When I read Salman Rushdie’s Midnight’s Children as a teenager, there was a phrase on the first page of the book that has stuck in my mind. The protagonist Saleem says that he was “handcuffed to history.”
As I inched past my mid-30s towards middle age, this truth was looming larger. I had gone to the same school from the age of 5 to 17. I had had the same best friend from elementary through high school.
I had lived in the same neighborhood in New Delhi for two decades. I had eaten Indian food almost every day of my life until I was 20. And I had known all my neighbors.
I had also grown up with a plethora of place-based markers with which to measure the passing of childhood and adolescence: Lodhi gardens, Humayun’s tomb, Connaught Place, Bengali Market, Khan Market – these were spaces that I had ownership over.
Of course, it was a joint ownership, shared with my friends and many others I didn’t know, but who were nonetheless part of my tribe. I had a tribe.
For all the choices I had made subsequently, about eating hummus and learning Chinese, there was a core to my identity. It was shaped by the environment in which I had grown up, and had little to do with volition.
My identity was determined by repetitive cultural rituals and parental diktats: years of lighting dias on diwali and singing the national anthem in school assemblies; watching chitrahaar on Wednesday evenings; learning Bharatnatyam, twice a week; eating chicken manchurian as a special treat.
Beneath all my globetrotting, I had a nucleus. And that nucleus anchored my identity.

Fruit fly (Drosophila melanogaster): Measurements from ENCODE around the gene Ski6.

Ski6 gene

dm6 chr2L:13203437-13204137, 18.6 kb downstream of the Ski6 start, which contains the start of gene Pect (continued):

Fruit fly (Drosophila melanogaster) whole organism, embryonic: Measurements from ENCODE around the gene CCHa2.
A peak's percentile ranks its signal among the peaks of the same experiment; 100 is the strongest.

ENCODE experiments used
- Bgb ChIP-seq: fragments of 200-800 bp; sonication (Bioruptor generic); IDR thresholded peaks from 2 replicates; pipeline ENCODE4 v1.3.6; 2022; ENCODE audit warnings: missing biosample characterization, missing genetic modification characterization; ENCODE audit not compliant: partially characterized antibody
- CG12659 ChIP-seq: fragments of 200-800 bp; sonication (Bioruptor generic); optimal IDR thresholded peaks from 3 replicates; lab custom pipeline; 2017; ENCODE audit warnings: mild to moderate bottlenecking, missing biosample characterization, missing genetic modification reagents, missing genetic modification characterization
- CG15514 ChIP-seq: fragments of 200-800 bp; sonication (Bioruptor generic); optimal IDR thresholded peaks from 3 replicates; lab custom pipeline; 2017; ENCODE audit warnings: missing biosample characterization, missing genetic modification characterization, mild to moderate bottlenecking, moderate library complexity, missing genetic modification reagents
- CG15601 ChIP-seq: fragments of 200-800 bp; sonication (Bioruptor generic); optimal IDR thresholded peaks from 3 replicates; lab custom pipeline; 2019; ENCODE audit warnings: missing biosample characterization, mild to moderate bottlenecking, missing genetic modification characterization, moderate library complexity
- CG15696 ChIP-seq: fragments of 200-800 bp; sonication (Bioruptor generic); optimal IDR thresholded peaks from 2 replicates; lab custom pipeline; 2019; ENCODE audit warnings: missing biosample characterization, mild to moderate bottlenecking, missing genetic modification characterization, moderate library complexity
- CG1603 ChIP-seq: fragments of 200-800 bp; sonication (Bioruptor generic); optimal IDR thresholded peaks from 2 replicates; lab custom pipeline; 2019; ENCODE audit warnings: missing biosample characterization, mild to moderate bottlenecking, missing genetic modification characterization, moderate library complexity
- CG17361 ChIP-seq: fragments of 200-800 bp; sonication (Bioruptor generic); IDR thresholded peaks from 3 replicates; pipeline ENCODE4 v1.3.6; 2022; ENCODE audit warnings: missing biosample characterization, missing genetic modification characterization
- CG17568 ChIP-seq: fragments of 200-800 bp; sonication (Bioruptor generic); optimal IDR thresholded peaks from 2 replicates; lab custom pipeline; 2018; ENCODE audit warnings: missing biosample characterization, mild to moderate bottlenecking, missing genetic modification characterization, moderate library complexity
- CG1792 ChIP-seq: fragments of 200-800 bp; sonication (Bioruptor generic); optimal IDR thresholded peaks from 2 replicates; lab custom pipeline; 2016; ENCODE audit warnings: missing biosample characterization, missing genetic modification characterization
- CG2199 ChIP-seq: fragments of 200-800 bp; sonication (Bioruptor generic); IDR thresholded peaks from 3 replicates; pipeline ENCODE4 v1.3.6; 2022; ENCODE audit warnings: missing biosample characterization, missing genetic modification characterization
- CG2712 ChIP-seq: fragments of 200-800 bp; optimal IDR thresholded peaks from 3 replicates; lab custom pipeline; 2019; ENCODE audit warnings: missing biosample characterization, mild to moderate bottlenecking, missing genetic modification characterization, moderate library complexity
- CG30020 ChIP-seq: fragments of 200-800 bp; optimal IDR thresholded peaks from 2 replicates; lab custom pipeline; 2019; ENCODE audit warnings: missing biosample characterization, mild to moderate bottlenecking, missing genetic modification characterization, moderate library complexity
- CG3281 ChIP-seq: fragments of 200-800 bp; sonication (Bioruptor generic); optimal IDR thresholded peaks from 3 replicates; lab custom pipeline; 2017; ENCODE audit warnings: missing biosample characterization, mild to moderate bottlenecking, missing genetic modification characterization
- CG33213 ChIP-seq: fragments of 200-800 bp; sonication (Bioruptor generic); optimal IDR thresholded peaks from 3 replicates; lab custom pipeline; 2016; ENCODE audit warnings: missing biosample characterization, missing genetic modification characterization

A profound generational shift
But what about when someone lacked this core? When they were without anchor? When choice became an existential burden too heavy for them to heave around?
In short: What about my children?
By the time my older son Ishaan was 6 years old and Nico all of 4, they had attended three schools — in language environments that ranged from French, to Chinese, to English.
They did not have regular interactions with extended family. They did not know their neighbors. They had not imbibed the scents of cardamom and mustard seeds frying in hot oil from their mother’s cooking: I did not cook. They were wholly undefined by place or nation.
The Chinese-English bilingual kindergarten the kids initially attended in Jakarta celebrated the diversity of its student body annually with a special assembly. All the children were required to wear national outfits and introduce themselves in a “my name is xxx, I am from xxx,” format.
Despite days of coaching by his teacher, Ishaan was resolute in his refusal to say he was “from Spain and India” (my husband’s and my own home countries).
Instead, he insisted on being Chinese. “I was born in China,” he explained. On the day itself, he was browbeaten into mouthing the compromise formulation of “I am Spanish, Indian and Chinese.”
By the time Ishaan was five, he had made his peace with the fact that he was not Chinese, but nonetheless he refused to embrace his maternal or paternal roots.
“You are Indian, mama,” he said. “And Papa is Spanish. Not me. I am nothing.”
Our younger son Nico appeared to be more accepting of his parental heritage. I suspect this was because he was more emotionally manipulative than his brother.